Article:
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Charlie Chan in Egypt (1935)
This is the second in the Charlie Chan franchise, and there is a certain amount of the science of modern X-Ray technology involved in the solution of the crime. This is great movie as it features 17 years old Rita Hayworth (who was using her real name Cansino at the time) playing an exotic servant, Nayda.
It goes a little low-brow with Stepin Fetchit, well, and Warner Oland's "Yellow Face" routines, but if you let that slide, it's still a fun little movie.
Taking advantage of the craze of The Mummy (1932), this mystery is about catching a thief of Egyptian relics, and covering up a murder with a mummy's curse. But, Inspector Chan was brought in by the French Archeological Society to look into things and he's on the case.
The stock shots of the pyramids and the Sphinx shot from the air do set a rather mysterious tone for this Warner Oland Charlie Chan outing in which the bad guys use the cursed tomb ruse to cover their actions (not unlike a Scooby Doo episode). Controversially, Stepin Fetchit is here, for no apparent reason, as a lackey to some of the archaeologists. The character/caricature is incredibly racist but the actor himself (Lincoln Perry) became a crossover star in the 1930s. Rita Hayworth also makes an early appearance. Charlie doesn't round up the suspects here but the script allows suspicion to fall more naturally on the characters (or at least on the doctor). Nevertheless, this time the ending isn't really a surprise.
A treasured artifact from the age of the ancient Americans--Great horror-mystery!!
This house is marked for death.
A missing archeologist turns up dead in a tomb that he was researching. He is found with a bullet in the heart and inside a sarcophagus. Charlie Chan immediately begins investigating and is met with some aid by a family as well as pushback from a family cursed by the tomb. Can Charlie uncover the killer and his motive?
"Can I go now?"
"No. Get busy."
Louis King, director of Massacre, The Lion and the Horse, Thunder in the Valley, Moon over Burma, and Murder in Trinidad, delivers of Charlie Chan in Egypt. The storyline for this picture is just okay but the script and characters are fascinating. The acting is also very good and the cast includes Warner Oland, Rita Hayworth, and Pat Paterson.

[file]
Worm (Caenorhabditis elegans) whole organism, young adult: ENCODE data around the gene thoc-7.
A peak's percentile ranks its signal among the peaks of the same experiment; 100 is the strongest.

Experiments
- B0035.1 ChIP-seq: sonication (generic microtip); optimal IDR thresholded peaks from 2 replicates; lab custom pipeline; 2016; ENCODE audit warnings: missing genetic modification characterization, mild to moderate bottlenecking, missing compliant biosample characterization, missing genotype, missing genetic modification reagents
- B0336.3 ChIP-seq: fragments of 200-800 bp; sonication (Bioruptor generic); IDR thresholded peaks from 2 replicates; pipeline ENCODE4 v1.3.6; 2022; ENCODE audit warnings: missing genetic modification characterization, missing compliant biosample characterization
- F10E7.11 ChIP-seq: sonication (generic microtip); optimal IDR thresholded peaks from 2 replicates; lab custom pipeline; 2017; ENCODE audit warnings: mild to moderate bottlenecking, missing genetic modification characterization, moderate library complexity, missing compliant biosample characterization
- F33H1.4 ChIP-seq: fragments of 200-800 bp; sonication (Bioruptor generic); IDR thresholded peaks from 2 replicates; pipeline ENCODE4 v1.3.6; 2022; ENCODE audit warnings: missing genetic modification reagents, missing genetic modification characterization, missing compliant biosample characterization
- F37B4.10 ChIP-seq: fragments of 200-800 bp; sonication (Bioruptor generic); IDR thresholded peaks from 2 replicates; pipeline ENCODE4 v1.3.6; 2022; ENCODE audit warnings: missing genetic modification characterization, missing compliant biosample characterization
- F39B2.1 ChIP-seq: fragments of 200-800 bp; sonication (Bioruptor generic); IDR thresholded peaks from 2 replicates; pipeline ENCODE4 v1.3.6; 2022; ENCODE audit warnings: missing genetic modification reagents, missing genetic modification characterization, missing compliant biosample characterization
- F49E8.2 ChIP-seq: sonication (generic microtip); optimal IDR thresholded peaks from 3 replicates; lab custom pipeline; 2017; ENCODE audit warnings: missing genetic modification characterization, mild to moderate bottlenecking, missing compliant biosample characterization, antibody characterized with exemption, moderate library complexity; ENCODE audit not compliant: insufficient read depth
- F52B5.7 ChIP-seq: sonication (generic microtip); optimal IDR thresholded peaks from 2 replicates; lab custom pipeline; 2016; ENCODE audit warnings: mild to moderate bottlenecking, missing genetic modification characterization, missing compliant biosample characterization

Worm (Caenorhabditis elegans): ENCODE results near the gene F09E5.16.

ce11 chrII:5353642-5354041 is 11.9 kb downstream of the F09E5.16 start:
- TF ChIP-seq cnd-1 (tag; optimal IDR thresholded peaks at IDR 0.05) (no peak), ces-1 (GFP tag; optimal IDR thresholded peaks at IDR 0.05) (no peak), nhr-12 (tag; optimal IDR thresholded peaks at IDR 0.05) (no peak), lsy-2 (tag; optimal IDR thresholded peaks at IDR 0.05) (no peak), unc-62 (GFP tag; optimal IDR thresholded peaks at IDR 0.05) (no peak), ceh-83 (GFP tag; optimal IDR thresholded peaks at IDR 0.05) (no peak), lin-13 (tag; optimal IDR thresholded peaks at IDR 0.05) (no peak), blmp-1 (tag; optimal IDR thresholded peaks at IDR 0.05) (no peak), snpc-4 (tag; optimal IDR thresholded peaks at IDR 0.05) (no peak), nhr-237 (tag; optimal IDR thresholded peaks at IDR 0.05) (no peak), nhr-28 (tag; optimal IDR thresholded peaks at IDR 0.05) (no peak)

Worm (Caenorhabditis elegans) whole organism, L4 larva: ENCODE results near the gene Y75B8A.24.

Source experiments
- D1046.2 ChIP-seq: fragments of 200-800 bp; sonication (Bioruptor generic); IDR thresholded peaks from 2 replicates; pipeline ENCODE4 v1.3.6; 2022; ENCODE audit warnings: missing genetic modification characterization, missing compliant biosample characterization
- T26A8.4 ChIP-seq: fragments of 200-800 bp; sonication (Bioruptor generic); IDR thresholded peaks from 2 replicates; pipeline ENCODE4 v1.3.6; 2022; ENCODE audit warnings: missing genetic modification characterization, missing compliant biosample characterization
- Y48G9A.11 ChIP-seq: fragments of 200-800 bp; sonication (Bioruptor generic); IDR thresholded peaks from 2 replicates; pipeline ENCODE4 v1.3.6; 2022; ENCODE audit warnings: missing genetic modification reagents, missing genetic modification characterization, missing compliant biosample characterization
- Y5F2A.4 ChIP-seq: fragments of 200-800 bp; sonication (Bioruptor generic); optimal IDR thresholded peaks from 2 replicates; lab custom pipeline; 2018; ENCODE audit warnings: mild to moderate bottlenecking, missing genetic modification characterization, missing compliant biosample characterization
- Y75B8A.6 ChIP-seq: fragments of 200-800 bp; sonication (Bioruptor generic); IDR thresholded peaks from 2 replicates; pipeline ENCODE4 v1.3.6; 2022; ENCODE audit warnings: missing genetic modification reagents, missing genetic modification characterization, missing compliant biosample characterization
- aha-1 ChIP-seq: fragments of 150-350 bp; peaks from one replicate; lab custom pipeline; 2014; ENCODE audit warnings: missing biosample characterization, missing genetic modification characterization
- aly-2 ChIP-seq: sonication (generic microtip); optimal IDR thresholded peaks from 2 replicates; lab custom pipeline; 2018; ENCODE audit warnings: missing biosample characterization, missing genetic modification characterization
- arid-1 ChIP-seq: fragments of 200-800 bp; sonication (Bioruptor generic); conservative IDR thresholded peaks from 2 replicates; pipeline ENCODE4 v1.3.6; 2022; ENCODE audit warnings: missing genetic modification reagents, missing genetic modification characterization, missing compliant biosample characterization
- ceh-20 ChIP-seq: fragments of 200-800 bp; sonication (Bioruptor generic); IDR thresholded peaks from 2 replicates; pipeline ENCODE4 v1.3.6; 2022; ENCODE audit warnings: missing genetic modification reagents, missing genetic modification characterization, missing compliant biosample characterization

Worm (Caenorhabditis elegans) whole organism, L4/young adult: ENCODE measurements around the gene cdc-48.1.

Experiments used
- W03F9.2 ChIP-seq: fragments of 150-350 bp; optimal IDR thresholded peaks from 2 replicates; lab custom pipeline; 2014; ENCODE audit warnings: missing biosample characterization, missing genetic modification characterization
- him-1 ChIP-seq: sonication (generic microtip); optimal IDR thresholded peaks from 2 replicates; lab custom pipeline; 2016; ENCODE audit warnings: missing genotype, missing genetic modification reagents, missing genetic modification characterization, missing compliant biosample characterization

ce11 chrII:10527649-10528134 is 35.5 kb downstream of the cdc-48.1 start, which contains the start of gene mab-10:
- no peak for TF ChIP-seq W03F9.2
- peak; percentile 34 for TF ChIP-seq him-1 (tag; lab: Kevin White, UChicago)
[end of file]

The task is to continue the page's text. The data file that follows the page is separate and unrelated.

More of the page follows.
"From life to death is the of reach a man."
I randomly DVR'd this picture off Turner Classic Movies (TCM) since I had never seen a Charlie Chan picture. The story/mystery was nothing special but the characters and script were so stereotypical and playfully written. But the characters had charm and the lines were often funny. I recommend watching this picture once and may watch additional Charlie Chan films.
"The circumstance is very mysterious."
1.5: Hmm. I was prompted to watch these by an article in The New Yorker that I read a year or two ago. I wasn't expecting them to be outstanding, but I was expecting something better than this. I have now seen essentially every Charlie Chan film, or at least all that were made between 1931 and 1947 (29 films). What struck me most is that these really have more in common with a television show than a feature film. Each film is essentially the same except for the "location." I guess it makes sense as they serve essentially the same purpose. One can essentially watch every film on auto-pilot comfortable in the knowledge that one knows exactly which characters will pop up and that everything will be satisfactorily resolved in the end. They are "C" picture at best. Sidney Toler is pretty good; Warner Toland is somewhat acceptable; and the other two one picture no-names are either inconsequential or awful. It is rather ludicrous that they didn't allow an actual Asian actor to play the role, but the portrayal of African-American's is much more heinous. They certainly pale in comparison to just about every other detective picture/TV series I've ever seen. None of the films rate an individual review so this will have to suffice for all 29.
one of my favorite enties in the chan series
OK Chan mystery has a fun plot but is stiff with bad comic relief. A better print might's made it more enjoyable.
Charlie Chan movies are like comfort food. And this one is one of the better ones despite the absence of number one son. There's some funny business with bowing between Chan and the Egyptian police chief ("His excellency!") a lot of good atmosphere (enhanced when you consider this was shot not 15 years after the discovery of King Tut's tomb) and a decent mystery. Because of Stepin Fetchit this film is now doubly poltically incorect and no longer gets any air play.
Two of cinema's greatest racist charactures-that got away with it because they're so good, Charlie Chan and Stepin Fetchit are put into a film together! Charlie Chan is called into Egypt for one reason or another, but, as usual, he finds a murder on his hands. A lot of the other actors do all the meaty work while Oland just stands around burbling proverbs lol. Still, this is one of the more entertaining Charlie Chan vehicles, primarily because of the bizarre addition of Mr. Fetchit.
Warner Oland does such a terrific job as Charlie Chan in this film entry in the series, it's one of the earlier episodes and it's a good one. Good supporting cast, excellent mystery. It's pretty clear from the title what the plot is about, Charlie is investigating Egyptian relic theft.